Tips for making guest bedrooms feel more like homeFor most of the year, guest bedrooms function as flex spaces for offices, playrooms, dens or craft rooms. But when overnight guests descend for the holidays, it’s time to transform those spaces into quiet sleeping quarters as warm and cozy as a fleece robe.
By: Lynn Underwood, Minneapolis Star Tribune / MCT
Guest bedrooms are no longer just for guests.
For most of the year, they function as flex spaces for offices, playrooms, dens or craft rooms. But when overnight guests descend for the holidays, it’s time to transform those spaces into quiet sleeping quarters as warm and cozy as a fleece robe.
"Clients have been calling me about their kids and family coming home and want to make it really comfortable for them," said Kim Spillum, owner of Kim Spillum Interior Design in Minneapolis. "I’m turning studies and hobby rooms into guest bedrooms."
The always popular daybed does double duty as a sofa by day and a bed by night. Spillum often chooses models with trundles, which can be pulled out into a double bed.
Katie Bassett of KBI Design Studios in Edina, Minn., recently outfitted a client’s den with an antique daybed covered in luxe velvet bedding — with a large round bolster pillow that turns it into a comfortable sofa. New French doors can close off the den for sleepovers.
Sleeper sofas in family rooms and multi-use spaces also are making a comeback. That’s because today’s models are more like slumbering on a cloud than across a metal pole, according to designers and salespeople.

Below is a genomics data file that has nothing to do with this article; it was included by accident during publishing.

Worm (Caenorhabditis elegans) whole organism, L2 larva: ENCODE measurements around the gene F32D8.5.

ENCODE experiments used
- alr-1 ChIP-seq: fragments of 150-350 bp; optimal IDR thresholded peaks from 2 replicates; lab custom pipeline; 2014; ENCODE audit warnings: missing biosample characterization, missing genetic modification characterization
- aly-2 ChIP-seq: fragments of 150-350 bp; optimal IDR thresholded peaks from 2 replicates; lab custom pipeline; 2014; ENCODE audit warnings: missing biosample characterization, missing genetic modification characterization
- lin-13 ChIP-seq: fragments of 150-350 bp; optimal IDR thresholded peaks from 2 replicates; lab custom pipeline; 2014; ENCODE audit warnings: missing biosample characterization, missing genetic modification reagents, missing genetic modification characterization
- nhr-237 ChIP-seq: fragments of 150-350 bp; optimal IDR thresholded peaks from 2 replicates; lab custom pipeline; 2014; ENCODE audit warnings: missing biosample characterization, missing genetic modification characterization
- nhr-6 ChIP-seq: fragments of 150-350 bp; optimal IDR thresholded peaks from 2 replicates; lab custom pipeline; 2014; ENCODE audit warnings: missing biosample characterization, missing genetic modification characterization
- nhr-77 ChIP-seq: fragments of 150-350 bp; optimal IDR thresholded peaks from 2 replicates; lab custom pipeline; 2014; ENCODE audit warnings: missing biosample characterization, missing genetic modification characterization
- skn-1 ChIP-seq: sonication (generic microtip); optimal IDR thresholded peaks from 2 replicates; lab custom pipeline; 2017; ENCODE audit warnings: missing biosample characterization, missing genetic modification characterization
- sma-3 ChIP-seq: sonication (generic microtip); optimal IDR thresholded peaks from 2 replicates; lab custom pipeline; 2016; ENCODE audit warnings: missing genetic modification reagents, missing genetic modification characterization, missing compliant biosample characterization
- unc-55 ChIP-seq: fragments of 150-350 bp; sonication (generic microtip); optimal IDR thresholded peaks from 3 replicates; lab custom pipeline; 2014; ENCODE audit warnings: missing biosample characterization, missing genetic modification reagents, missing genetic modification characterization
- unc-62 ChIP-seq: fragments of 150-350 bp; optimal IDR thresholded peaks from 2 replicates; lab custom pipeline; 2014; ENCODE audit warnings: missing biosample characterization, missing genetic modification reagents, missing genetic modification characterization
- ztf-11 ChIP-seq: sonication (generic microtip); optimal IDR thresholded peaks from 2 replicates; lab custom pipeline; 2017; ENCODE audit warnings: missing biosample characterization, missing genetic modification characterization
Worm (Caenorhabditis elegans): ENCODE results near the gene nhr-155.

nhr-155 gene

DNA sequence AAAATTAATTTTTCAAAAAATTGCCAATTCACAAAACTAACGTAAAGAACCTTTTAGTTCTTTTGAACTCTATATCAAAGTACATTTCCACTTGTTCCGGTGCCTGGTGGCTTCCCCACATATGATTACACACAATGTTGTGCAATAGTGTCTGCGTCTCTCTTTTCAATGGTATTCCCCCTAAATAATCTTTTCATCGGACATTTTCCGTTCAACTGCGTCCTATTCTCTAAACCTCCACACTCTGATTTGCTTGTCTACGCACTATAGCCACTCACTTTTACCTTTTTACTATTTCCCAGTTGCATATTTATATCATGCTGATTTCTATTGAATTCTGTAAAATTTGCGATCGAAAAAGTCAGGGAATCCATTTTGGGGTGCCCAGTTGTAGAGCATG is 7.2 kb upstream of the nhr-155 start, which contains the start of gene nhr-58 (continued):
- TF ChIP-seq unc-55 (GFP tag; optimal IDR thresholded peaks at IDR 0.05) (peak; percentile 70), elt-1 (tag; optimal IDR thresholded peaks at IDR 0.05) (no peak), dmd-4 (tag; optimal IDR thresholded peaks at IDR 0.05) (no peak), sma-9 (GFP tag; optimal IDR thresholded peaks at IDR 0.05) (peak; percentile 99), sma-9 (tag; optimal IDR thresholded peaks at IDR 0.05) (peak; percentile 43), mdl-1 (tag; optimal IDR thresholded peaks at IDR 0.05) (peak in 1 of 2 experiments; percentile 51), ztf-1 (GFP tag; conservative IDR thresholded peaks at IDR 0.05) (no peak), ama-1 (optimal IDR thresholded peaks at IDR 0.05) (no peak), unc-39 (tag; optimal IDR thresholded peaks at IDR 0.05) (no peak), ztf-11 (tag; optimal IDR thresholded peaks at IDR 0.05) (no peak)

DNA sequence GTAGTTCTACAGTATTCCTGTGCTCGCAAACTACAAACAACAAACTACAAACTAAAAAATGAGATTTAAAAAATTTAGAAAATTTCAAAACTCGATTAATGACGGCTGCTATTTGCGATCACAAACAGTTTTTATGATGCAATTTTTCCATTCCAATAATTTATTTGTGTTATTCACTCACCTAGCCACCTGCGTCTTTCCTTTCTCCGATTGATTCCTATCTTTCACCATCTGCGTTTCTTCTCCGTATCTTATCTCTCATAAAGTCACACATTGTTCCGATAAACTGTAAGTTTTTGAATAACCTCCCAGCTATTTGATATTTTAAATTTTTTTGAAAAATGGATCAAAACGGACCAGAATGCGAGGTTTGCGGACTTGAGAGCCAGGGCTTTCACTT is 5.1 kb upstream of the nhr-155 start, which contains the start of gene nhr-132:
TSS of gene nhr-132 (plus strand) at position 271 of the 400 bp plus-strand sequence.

"Technology has really improved the comfort of sleeper sofas," said Tim Mohnkern, sales associate at Baker Napp & Tubbs showroom in International Market Square. "Manufacturers have redesigned how the bar supports the bed, and mattresses have gotten thicker and firmer."
Today’s sleeper sofas are also a lot more stylish. Hancock & Moore manufactures a leather Chesterfield sleeper sofa, and many traditional upholstery lines often include sleeper sofas.
Bassett recently fulfilled a client’s request for an office that also can accommodate her out-of-town parents. The designer created a combination office/guest bedroom by integrating a Techline Studio queen-size Murphy bed and bookshelf system. "When the bed is tucked away, it functions as an office, and there’s room for a printer and desk," she said. "When it’s folded down, it’s pretty and inviting and has a built-in reading light and nightstand."
But guest accommodations don’t have to be fancy — a quiet, restful place to get a good’s night’s sleep can be enough. Interior designer Brandi Hagen of Eminent Interior Design in Minneapolis sets out an inflatable air bed when her home is overflowing with holiday visitors. "I always place a table, lamp and water carafe next to it," she said. "I want my relatives to feel comfortable, even though we don’t have enough bedrooms for everyone."
And if your guests are early risers, there’s one sure-fire way to make them feel at home: Show them where the coffee is stored and how to work the coffeemaker.
MAKING A GUEST ROOM FEEL LIKE HOME
Want to give your holiday houseguests a hotel-like experience? Here are more tips: